Vision: A Resource for Writers
Lazette Gifford, Editor
Vision@sff.net

Publishing Poetry

By Helen Ambler

2002, Helen Ambler 


I was six years old when I first saw my name in print, on a two-line story in our school magazine. I think it was then that my addiction to the written word began.  

Most of my poetry is about my life; putting words onto a piece of paper is my way of staying sane. Sometimes words just flow and I can write a complete poem in a few minutes. But more often than not I jot down the lines as they pop into my head, then I go back and worry at them until a poem emerges. Those fragments are like children, constantly demanding attention until satisfied.  

I was lucky in the English teacher I had. She taught us all about similes and metaphors, iambic pentameters, sonnets and haiku, without making it seem like a chore. I have learnt a few things from other sources in the years that have passed since my school days. One of them, and probably the most important, is to read any poem I have written out aloud. It helps with the placing of punctuation and the flow of words.

Reading the poem aloud also helps to get a feel for the poem,  to hear whether it works or not. I often find that when I read my poems, a word will stand out and I will realise that it doesnít fit with the rest of the piece. Also, a new word that fits better with the flow of the poem may suddenly suggest itself. 

Another thing that helps is that I read the dictionary for fun and have a love of words, especially descriptive words. I love to discover new words; I then make a point of using them in conversation, and eventually they find their way into my poems or other writings. It is like making a new acquaintance that a few weeks later you suddenly discover has become a favourite friend. The down side of this habit is that not many other people read the dictionary and I quite often have to explain exactly what I mean, but what fun when I discover a like-minded person who doesnít mind my flapdoodle.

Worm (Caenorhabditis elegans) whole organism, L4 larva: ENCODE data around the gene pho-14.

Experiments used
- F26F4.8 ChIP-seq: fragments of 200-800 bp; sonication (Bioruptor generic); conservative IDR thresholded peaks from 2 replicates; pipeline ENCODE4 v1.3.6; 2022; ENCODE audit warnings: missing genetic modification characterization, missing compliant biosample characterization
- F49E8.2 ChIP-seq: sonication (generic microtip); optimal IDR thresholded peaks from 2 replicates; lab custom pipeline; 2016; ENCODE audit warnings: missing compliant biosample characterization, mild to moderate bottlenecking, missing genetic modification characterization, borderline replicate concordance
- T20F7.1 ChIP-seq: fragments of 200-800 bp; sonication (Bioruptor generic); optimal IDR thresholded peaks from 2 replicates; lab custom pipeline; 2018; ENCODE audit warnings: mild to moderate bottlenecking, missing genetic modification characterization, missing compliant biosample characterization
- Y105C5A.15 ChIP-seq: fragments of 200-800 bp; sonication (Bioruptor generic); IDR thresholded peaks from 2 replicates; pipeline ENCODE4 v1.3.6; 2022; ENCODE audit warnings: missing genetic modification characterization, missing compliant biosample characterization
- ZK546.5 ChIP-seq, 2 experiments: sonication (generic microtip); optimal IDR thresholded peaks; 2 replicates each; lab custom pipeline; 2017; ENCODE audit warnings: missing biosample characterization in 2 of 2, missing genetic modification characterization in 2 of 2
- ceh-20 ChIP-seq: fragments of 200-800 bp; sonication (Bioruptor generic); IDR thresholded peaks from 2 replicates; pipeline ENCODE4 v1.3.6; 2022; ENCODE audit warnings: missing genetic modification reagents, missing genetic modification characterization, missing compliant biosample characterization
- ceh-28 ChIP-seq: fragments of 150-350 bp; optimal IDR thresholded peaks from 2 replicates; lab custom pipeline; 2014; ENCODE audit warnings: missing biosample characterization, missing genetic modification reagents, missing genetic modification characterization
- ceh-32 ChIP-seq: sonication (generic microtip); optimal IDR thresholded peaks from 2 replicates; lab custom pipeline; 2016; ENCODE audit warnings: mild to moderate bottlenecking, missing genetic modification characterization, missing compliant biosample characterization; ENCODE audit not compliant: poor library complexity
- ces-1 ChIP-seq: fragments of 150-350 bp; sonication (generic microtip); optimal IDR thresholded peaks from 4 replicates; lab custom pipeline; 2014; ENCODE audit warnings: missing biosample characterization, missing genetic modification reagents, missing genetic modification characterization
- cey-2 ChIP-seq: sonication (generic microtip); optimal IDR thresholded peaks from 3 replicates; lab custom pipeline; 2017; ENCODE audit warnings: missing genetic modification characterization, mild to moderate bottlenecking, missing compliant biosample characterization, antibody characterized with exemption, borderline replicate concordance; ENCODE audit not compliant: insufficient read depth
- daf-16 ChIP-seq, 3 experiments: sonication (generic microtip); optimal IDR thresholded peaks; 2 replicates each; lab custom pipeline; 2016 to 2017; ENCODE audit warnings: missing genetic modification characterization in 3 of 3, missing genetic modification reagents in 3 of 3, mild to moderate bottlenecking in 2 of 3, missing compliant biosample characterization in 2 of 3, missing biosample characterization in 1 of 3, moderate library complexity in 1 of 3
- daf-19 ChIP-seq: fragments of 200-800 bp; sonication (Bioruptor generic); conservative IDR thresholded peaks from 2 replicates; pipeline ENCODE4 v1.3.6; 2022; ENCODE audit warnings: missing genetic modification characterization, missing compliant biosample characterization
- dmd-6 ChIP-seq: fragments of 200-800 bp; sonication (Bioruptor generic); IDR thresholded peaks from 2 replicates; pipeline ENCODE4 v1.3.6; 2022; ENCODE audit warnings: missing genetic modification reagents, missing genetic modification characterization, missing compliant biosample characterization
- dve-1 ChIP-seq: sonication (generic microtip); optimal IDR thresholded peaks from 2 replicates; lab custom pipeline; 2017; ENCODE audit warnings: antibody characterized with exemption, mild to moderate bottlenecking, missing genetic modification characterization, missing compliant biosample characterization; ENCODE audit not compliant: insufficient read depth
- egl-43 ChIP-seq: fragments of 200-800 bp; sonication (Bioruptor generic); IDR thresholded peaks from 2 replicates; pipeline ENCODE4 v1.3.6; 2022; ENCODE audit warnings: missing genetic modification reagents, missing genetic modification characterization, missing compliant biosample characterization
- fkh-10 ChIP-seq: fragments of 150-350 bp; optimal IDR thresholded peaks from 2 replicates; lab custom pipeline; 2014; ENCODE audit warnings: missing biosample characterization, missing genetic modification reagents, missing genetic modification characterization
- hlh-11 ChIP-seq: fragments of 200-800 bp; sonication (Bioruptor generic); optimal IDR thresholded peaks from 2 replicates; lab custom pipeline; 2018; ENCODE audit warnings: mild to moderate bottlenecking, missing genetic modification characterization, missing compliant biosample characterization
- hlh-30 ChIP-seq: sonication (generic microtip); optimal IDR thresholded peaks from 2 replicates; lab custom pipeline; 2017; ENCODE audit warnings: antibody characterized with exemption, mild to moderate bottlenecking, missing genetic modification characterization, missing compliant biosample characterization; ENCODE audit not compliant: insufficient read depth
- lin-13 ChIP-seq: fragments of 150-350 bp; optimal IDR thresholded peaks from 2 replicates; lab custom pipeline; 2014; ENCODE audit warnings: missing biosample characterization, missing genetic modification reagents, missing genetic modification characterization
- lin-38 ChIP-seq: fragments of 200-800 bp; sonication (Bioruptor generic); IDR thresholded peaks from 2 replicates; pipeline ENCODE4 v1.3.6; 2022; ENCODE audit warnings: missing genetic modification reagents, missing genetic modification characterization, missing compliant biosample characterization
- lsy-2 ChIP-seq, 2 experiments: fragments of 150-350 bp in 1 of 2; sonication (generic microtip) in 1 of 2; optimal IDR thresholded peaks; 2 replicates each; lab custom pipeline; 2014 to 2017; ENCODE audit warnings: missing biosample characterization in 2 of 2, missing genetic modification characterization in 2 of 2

The only other tip on writing poetry that I can offer is to write. Whether you like the poem you have written or not is largely immaterial, but the fact that you are getting those words out is important. The more you write the easier it eventually gets, until words will flow from your pen or keyboard. You will learn the rhythms that work for you, the style that suits you best. 

Getting your poetry published is another thing altogether. When you finally decide that you are ready to offer your humble words to the world, the dazzling array of small presses and publishers out there are enough to make you think twice. Try your local library; they will often have details of writerís circles, literary competitions and other snippets of information that will set your feet on the write track. The local press may run details of competitions that the publishing houses hold, and that is usually a good place to start. The Internet is also a useful tool for finding out more, but do be cautious about posting your written work without investigating the integrity of the site. Take those rejection letters with a pinch of salt and persevere; after all, if you donít submit your poetry, it will never be accepted. 

Writing is a lonely occupation, as any writer knows. Hours spent in solitary confinement wrestling with characters, places, and language, those sentences that just wonít work. Poetry is a life sentence in solitary confinement, and not many people can understand the compulsion that drives most poets. Beware: writing poetry is an addiction. I hope you all get hooked.